Object-Based Aerial Photos Analysis for Arctic Sea Ice Melt Ponds and Pressure Ridges
Tuesday, 16 December 2014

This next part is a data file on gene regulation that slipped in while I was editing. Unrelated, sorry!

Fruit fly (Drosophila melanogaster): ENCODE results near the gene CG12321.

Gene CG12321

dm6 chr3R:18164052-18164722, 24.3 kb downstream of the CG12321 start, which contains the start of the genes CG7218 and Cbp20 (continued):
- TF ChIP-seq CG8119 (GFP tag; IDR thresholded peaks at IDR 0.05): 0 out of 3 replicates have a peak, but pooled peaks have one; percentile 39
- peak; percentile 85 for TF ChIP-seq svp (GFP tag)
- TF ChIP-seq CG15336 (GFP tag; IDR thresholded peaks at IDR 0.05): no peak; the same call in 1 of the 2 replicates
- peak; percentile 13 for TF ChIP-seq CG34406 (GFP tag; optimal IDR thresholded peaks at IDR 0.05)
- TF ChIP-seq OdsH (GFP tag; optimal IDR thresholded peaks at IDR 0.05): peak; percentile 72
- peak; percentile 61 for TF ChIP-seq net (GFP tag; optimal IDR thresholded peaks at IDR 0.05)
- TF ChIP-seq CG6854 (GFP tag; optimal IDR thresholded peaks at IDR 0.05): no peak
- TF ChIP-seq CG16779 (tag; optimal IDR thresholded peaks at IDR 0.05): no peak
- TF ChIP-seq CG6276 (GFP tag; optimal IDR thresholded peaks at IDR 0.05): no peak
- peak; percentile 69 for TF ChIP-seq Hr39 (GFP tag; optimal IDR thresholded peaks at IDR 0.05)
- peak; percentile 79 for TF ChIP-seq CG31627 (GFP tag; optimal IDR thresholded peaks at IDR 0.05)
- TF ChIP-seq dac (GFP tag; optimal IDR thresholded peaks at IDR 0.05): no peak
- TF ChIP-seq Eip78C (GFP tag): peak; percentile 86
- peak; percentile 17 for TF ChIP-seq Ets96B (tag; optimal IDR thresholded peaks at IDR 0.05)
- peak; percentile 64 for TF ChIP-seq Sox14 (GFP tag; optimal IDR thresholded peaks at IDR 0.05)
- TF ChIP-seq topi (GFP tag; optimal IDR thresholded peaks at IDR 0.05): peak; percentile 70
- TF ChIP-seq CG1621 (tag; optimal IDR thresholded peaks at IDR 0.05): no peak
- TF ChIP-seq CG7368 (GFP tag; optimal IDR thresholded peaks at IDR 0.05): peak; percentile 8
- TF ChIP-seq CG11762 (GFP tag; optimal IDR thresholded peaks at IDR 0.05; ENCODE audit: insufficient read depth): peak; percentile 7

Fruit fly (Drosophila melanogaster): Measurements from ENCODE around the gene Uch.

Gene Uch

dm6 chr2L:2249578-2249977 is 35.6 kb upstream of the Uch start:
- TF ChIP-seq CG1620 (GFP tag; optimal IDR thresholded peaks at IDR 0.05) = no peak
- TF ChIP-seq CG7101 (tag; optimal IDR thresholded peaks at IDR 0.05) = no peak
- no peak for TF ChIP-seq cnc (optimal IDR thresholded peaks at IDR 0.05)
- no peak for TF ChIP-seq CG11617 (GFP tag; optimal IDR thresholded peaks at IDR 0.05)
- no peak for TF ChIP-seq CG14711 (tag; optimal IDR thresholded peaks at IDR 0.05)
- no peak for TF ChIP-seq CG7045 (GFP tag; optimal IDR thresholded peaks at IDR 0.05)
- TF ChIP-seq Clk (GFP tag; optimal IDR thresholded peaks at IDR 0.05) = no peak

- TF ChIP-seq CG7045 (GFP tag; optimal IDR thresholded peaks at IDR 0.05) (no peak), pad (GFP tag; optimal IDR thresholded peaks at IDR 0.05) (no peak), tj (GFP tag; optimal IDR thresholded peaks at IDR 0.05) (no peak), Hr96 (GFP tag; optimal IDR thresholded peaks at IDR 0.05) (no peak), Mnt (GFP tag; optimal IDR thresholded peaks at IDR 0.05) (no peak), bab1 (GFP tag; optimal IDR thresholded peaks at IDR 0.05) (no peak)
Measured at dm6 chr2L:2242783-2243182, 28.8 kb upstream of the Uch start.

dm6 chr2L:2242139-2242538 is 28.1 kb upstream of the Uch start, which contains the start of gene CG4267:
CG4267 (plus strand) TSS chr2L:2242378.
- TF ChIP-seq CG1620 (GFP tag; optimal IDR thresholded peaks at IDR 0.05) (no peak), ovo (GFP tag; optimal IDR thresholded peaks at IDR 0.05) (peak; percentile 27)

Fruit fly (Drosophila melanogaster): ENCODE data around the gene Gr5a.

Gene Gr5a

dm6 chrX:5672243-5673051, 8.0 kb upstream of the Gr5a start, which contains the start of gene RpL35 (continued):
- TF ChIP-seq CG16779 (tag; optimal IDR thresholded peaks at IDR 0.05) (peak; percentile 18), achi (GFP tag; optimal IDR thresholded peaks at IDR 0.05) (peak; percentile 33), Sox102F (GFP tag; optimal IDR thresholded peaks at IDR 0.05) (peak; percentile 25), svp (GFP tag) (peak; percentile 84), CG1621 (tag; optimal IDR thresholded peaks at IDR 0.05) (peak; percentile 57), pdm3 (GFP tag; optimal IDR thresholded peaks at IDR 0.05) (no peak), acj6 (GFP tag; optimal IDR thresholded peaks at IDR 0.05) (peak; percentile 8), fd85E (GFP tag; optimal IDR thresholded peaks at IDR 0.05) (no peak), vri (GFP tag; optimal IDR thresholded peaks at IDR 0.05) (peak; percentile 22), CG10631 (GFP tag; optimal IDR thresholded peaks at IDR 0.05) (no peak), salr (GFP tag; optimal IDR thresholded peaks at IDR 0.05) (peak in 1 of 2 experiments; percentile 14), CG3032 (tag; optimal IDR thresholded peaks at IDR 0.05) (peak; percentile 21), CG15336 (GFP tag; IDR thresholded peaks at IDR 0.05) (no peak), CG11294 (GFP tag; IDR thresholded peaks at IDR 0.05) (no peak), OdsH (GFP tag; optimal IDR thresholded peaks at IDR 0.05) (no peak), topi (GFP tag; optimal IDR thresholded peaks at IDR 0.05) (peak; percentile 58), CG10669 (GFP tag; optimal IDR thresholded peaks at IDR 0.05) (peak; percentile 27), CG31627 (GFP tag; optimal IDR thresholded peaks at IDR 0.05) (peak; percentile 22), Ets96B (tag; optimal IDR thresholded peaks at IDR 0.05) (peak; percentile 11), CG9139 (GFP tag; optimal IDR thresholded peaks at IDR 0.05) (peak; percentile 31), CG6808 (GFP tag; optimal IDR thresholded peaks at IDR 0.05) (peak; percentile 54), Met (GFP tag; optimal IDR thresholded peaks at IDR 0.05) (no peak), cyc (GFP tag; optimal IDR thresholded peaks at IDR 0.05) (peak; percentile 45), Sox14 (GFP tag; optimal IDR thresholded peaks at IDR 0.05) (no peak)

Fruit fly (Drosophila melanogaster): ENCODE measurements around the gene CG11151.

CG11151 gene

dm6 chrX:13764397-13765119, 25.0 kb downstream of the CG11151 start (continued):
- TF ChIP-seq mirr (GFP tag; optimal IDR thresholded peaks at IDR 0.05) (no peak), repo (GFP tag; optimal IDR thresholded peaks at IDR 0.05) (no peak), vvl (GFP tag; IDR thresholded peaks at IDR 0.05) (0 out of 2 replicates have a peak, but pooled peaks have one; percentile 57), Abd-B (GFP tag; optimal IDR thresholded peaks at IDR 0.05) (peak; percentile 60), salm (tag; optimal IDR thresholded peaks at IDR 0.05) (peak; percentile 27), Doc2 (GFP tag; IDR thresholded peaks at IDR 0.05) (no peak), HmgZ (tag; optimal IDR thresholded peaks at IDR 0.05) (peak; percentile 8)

High resolution aerial photographs can provide detailed distribution of sea ice features so as to extract physical parameters to refine, validate, and improve climate models. For example, melt ponds play an important role in Earth's radiation balance since they strongly absorb solar radiation rather than reflecting it as snow and ice do. Furthermore, no previous studies have ever considered shadow in sea ice detection, which is ubiquitous in the aerial photographs especially in multi-year ice regions and during late melting phase. Based on our previous study, an object-based classification scheme is used to extract sea ice features including melt ponds and shadow from 163 selected aerial photographs taken during the Chinese National Arctic Research Expedition (CHINARE 2010). The classification algorithm includes three major steps as follows. (1) Image segmentation groups the neighboring pixels into objects according to the similarity of spectral and texture information; (2) random forest ensemble classifier can distinguish the following objects: water, general submerged ice, shadow, and ice/snow; and (3) polygon neighbor analysis can further separate melt ponds from general submerged ice according to the spatial neighboring relationship. Finally, the shadows are used to estimate the sea ice ridge distribution based on local solar illumination geometry. Our results illustrate the spatial distribution and morphological characters of melt ponds and ridges in different latitudes of the Arctic Pacific sector. This method can be applied to massive photos and images taken in past years and future years, in deriving the detailed sea ice feature distribution and changes through years.